Date of Award

Spring 2019

Document Type

Thesis

Degree Name

Master of Science in Occupational Safety and Health Engineering - (M.S.)

Department

Mechanical and Industrial Engineering

First Advisor

Sengupta, Arijit K.

Second Advisor

Bladikas, Athanassios K.

Third Advisor

Lieber, Samuel

Abstract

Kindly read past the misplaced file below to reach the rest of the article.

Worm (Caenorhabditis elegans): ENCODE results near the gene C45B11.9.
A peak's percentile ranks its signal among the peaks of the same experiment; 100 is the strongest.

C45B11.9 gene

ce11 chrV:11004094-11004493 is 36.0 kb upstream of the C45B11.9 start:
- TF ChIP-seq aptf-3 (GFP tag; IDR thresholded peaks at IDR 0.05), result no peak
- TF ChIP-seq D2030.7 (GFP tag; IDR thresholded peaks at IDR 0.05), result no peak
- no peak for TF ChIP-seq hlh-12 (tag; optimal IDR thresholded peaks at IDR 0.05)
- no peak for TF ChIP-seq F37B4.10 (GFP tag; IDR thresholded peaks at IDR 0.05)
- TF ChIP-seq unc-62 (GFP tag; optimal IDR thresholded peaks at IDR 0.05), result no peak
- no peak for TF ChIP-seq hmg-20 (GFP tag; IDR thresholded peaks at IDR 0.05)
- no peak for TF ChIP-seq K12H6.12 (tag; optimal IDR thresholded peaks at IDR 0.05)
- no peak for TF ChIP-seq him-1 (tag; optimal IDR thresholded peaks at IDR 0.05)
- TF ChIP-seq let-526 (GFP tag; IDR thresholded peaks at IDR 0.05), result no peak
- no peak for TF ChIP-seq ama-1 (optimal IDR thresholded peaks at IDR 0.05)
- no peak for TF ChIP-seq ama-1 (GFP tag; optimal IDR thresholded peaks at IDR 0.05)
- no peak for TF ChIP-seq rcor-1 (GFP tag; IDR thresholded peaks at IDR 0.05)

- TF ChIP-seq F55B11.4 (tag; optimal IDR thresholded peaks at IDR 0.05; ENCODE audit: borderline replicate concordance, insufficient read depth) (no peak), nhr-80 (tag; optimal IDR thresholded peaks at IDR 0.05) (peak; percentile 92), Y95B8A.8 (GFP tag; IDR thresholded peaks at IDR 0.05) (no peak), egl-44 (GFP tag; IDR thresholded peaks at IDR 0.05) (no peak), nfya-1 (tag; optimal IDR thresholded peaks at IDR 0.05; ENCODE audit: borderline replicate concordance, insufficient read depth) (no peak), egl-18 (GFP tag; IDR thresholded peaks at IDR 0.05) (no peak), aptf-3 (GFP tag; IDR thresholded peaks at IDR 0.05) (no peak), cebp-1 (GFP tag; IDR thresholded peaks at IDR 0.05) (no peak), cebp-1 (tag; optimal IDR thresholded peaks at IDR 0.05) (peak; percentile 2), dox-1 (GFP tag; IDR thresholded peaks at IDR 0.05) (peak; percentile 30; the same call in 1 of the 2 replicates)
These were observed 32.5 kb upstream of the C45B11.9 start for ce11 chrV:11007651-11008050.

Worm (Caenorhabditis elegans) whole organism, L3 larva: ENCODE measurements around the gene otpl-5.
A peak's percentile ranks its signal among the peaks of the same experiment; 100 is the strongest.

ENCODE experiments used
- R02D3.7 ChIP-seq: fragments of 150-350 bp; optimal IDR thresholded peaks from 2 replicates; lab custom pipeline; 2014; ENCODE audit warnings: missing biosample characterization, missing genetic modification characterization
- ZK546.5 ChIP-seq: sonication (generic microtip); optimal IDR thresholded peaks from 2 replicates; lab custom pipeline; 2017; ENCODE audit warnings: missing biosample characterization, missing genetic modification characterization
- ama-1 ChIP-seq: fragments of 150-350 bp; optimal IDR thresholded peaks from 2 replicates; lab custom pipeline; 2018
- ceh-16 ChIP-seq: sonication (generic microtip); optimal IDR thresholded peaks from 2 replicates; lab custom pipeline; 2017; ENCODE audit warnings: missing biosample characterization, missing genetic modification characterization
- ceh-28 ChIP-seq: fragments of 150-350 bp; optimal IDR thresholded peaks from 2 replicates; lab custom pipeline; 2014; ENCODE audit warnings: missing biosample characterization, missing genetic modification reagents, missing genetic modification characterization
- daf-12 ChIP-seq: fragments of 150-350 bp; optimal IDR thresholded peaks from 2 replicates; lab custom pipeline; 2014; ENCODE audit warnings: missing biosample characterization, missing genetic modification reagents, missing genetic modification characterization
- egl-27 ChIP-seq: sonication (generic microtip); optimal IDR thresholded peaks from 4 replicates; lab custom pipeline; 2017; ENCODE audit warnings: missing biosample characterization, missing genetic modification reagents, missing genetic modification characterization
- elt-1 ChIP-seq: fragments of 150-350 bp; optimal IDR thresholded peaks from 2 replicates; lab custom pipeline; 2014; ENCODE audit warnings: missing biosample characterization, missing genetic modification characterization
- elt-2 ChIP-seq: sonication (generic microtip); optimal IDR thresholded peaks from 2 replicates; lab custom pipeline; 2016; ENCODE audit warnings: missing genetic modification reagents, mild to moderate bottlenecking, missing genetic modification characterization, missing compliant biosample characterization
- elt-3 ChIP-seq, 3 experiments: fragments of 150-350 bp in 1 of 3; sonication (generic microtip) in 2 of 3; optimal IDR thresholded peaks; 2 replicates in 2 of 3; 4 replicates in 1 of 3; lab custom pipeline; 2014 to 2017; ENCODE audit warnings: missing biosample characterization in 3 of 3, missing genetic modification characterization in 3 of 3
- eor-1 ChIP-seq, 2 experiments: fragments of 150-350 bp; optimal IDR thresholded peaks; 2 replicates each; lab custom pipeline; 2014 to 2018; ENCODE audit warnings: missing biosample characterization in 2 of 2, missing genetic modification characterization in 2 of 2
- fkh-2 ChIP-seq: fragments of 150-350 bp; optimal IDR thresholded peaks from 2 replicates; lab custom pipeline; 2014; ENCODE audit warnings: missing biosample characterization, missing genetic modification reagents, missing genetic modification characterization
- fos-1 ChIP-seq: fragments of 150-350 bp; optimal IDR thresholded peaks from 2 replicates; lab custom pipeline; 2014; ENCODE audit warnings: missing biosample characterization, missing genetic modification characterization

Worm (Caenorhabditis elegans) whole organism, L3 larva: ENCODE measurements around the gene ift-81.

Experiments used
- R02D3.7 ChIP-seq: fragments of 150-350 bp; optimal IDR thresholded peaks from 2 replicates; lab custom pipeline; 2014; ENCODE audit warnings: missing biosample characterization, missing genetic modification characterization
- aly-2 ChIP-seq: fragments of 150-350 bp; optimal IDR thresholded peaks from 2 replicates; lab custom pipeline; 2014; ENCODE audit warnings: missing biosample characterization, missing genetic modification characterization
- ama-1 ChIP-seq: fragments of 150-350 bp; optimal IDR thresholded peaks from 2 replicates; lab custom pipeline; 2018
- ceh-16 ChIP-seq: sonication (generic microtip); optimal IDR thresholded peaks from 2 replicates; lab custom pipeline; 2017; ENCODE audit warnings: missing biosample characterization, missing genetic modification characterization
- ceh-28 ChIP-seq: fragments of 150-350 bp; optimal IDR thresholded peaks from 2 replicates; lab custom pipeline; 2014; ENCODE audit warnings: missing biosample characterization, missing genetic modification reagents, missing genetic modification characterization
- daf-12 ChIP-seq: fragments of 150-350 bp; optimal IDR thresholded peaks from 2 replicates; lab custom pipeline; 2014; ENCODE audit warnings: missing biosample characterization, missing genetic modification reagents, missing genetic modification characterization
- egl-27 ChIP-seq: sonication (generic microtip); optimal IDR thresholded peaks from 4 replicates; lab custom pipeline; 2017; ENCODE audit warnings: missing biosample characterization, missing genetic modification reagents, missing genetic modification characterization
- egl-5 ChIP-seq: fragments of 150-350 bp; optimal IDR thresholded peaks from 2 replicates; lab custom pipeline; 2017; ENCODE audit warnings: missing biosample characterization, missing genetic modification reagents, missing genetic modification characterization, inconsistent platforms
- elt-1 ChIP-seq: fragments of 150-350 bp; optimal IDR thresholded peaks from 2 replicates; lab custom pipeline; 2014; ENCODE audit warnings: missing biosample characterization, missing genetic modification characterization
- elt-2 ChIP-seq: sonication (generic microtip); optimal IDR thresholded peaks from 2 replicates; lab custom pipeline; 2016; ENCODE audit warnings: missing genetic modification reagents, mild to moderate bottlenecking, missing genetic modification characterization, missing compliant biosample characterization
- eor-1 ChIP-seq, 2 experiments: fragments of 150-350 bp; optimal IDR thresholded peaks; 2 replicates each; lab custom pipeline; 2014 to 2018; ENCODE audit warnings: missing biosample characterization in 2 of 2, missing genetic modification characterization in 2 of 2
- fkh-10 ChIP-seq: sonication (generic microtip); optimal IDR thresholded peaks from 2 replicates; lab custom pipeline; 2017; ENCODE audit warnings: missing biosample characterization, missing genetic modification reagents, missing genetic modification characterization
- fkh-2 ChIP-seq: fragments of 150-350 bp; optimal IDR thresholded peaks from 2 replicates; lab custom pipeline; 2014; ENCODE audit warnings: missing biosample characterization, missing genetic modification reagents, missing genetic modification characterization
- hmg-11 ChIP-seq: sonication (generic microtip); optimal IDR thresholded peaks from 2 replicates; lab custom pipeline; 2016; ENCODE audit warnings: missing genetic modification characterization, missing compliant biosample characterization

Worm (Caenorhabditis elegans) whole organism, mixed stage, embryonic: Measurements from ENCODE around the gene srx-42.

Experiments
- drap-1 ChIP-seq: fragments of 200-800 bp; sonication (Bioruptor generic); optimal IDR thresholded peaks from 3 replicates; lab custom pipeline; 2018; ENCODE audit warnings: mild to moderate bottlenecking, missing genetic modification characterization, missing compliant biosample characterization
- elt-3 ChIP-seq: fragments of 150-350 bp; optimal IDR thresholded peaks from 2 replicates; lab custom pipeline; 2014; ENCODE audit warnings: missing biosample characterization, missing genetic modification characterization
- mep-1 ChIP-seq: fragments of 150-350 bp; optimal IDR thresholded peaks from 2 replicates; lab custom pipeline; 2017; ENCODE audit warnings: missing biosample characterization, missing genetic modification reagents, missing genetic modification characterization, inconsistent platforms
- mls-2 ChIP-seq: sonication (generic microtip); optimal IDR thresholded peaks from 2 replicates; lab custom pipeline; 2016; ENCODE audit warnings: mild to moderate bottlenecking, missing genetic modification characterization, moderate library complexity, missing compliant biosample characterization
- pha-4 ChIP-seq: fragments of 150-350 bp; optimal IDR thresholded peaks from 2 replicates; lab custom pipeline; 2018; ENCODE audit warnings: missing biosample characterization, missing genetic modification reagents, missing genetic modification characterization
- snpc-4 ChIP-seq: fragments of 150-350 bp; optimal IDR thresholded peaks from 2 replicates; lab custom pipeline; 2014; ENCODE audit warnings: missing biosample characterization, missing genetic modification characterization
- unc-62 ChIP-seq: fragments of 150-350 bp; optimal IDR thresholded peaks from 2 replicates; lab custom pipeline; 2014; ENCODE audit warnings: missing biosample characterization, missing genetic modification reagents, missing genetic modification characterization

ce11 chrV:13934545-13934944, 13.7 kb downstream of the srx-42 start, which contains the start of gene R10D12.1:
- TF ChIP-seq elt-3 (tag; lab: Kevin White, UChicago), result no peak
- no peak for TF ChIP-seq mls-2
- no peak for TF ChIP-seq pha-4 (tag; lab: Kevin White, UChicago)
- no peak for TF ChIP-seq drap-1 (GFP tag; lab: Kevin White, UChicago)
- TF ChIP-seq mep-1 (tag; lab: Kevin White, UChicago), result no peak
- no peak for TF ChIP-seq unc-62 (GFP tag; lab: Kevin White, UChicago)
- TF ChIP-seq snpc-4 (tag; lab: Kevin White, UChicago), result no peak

Sedentary behavior has been increasingly identified as a contributor to poor health outcomes and sit-stand workstations (SSW) have been introduced in offices to potentially reduce these adverse effects. This thesis presents a review of literature on SSW as they relate to musculoskeletal complaints, sedentary behavior, users’ perception after short- and long-term use, productivity and cardiometabolic markers. To be included in the review, studies were required to include the adult working population subject to a sit-stand workstation intervention with above outcome measures. The review indicates that on an average, SSW has decreased sitting time by about 85 minutes per eight hour work day which was mostly utilized in increasing standing time during the workday. Studies found potential reduction in neck and shoulder discomfort using SSW with no negative impact on productivity. Employer support and ergonomics training appear to have a positive impact on the reception and use of sit-stand workstations. User perception after long term use of SSW is mostly positive. Long term longitudinal studies have found some improvements in the biomarkers related to obesity and cardiovascular diseases of the SSW user group, however, not all test results are significant. It can be concluded from this literature survey, that use of SSW has a strong potential in improving office workers’ health outcome with no adverse effects on productivity and musculoskeletal disorder.

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